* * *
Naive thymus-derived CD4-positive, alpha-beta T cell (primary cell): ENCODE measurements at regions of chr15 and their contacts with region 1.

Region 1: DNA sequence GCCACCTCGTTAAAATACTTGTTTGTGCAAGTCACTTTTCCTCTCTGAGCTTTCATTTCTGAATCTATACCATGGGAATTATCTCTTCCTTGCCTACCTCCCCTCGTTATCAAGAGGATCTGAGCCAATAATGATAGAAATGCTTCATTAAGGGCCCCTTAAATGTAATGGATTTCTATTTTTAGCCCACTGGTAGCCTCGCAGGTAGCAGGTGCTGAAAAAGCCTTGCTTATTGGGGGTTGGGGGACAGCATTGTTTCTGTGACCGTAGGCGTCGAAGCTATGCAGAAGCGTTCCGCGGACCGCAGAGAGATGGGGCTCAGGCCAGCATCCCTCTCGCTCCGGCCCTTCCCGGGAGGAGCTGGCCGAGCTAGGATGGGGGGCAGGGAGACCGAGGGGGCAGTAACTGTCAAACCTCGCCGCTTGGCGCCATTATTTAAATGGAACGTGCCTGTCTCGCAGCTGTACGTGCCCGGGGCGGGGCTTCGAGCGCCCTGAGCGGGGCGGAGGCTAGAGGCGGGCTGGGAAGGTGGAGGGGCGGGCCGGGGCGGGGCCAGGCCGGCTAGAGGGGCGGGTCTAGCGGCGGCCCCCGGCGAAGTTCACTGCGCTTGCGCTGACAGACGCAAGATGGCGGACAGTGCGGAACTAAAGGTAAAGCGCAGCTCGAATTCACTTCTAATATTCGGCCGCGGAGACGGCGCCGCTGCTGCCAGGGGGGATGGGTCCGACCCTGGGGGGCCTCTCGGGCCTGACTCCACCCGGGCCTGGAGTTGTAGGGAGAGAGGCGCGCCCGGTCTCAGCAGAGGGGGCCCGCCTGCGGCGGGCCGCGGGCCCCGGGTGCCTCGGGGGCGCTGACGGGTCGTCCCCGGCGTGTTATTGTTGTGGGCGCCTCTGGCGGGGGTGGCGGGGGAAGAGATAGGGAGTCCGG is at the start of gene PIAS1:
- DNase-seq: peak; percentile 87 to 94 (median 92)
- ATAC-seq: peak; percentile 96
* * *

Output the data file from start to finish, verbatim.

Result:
Naive thymus-derived CD4-positive, alpha-beta T cell (primary cell): ENCODE measurements at regions of chr15 and their contacts with region 1.

Region 1: DNA sequence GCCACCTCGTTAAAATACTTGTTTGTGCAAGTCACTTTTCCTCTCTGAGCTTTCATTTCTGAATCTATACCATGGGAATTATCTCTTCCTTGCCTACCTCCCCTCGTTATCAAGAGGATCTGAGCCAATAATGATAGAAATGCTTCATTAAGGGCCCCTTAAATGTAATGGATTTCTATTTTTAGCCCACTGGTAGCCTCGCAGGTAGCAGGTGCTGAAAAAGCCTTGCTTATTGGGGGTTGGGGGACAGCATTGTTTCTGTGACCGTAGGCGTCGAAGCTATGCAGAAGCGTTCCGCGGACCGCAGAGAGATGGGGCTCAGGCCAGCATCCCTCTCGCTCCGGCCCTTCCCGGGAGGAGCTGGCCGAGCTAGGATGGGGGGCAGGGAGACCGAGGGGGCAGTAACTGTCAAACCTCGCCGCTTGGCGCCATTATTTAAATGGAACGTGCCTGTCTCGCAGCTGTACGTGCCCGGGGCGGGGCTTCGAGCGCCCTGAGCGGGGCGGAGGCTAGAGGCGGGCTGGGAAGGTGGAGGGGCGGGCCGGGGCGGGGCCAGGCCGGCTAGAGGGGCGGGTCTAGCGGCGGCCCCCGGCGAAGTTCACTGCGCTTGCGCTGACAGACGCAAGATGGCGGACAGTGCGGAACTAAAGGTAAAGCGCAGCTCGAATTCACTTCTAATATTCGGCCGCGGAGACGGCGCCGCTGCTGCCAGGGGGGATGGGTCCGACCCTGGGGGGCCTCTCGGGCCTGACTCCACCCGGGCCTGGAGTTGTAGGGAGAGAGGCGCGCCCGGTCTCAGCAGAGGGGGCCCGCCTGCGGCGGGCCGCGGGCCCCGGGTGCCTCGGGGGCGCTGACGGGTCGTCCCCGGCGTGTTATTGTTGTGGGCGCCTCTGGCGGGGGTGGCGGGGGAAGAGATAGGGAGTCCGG is at the start of gene PIAS1:
- DNase-seq: peak; percentile 87 to 94 (median 92)
- ATAC-seq: peak; percentile 96